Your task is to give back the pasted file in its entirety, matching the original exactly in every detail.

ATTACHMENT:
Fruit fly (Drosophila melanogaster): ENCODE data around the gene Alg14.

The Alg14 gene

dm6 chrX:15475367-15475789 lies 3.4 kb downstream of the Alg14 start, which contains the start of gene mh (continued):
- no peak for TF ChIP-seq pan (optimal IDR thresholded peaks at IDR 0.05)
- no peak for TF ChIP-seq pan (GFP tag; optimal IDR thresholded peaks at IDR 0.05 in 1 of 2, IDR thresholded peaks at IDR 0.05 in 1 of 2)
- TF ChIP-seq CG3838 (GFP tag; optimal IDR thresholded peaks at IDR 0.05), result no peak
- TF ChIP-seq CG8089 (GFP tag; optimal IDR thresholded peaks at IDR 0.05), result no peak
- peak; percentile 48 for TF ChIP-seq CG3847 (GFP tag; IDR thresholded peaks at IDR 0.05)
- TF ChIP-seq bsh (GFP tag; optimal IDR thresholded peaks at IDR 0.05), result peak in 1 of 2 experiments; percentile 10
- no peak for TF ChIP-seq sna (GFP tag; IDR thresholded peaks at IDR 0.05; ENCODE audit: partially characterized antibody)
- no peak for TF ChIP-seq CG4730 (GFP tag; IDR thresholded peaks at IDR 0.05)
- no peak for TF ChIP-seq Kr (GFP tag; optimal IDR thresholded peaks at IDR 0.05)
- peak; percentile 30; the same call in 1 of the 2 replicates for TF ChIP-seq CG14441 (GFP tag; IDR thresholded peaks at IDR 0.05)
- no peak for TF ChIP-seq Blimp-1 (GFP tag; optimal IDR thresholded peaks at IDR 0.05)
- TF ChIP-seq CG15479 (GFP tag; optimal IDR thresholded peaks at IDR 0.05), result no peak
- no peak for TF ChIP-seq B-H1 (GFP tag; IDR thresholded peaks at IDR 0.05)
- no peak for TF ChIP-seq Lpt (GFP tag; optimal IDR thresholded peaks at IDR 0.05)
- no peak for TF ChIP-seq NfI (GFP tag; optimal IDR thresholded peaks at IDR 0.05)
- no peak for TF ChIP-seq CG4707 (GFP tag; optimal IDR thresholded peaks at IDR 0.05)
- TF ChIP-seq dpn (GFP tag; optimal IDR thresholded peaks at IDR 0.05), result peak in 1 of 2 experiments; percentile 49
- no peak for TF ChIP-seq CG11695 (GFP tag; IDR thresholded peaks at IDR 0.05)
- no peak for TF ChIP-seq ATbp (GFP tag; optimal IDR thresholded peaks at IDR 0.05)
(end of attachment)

Fruit fly (Drosophila melanogaster): ENCODE data around the gene Alg14.

The Alg14 gene

dm6 chrX:15475367-15475789 lies 3.4 kb downstream of the Alg14 start, which contains the start of gene mh (continued):
- no peak for TF ChIP-seq pan (optimal IDR thresholded peaks at IDR 0.05)
- no peak for TF ChIP-seq pan (GFP tag; optimal IDR thresholded peaks at IDR 0.05 in 1 of 2, IDR thresholded peaks at IDR 0.05 in 1 of 2)
- TF ChIP-seq CG3838 (GFP tag; optimal IDR thresholded peaks at IDR 0.05), result no peak
- TF ChIP-seq CG8089 (GFP tag; optimal IDR thresholded peaks at IDR 0.05), result no peak
- peak; percentile 48 for TF ChIP-seq CG3847 (GFP tag; IDR thresholded peaks at IDR 0.05)
- TF ChIP-seq bsh (GFP tag; optimal IDR thresholded peaks at IDR 0.05), result peak in 1 of 2 experiments; percentile 10
- no peak for TF ChIP-seq sna (GFP tag; IDR thresholded peaks at IDR 0.05; ENCODE audit: partially characterized antibody)
- no peak for TF ChIP-seq CG4730 (GFP tag; IDR thresholded peaks at IDR 0.05)
- no peak for TF ChIP-seq Kr (GFP tag; optimal IDR thresholded peaks at IDR 0.05)
- peak; percentile 30; the same call in 1 of the 2 replicates for TF ChIP-seq CG14441 (GFP tag; IDR thresholded peaks at IDR 0.05)
- no peak for TF ChIP-seq Blimp-1 (GFP tag; optimal IDR thresholded peaks at IDR 0.05)
- TF ChIP-seq CG15479 (GFP tag; optimal IDR thresholded peaks at IDR 0.05), result no peak
- no peak for TF ChIP-seq B-H1 (GFP tag; IDR thresholded peaks at IDR 0.05)
- no peak for TF ChIP-seq Lpt (GFP tag; optimal IDR thresholded peaks at IDR 0.05)
- no peak for TF ChIP-seq NfI (GFP tag; optimal IDR thresholded peaks at IDR 0.05)
- no peak for TF ChIP-seq CG4707 (GFP tag; optimal IDR thresholded peaks at IDR 0.05)
- TF ChIP-seq dpn (GFP tag; optimal IDR thresholded peaks at IDR 0.05), result peak in 1 of 2 experiments; percentile 49
- no peak for TF ChIP-seq CG11695 (GFP tag; IDR thresholded peaks at IDR 0.05)
- no peak for TF ChIP-seq ATbp (GFP tag; optimal IDR thresholded peaks at IDR 0.05)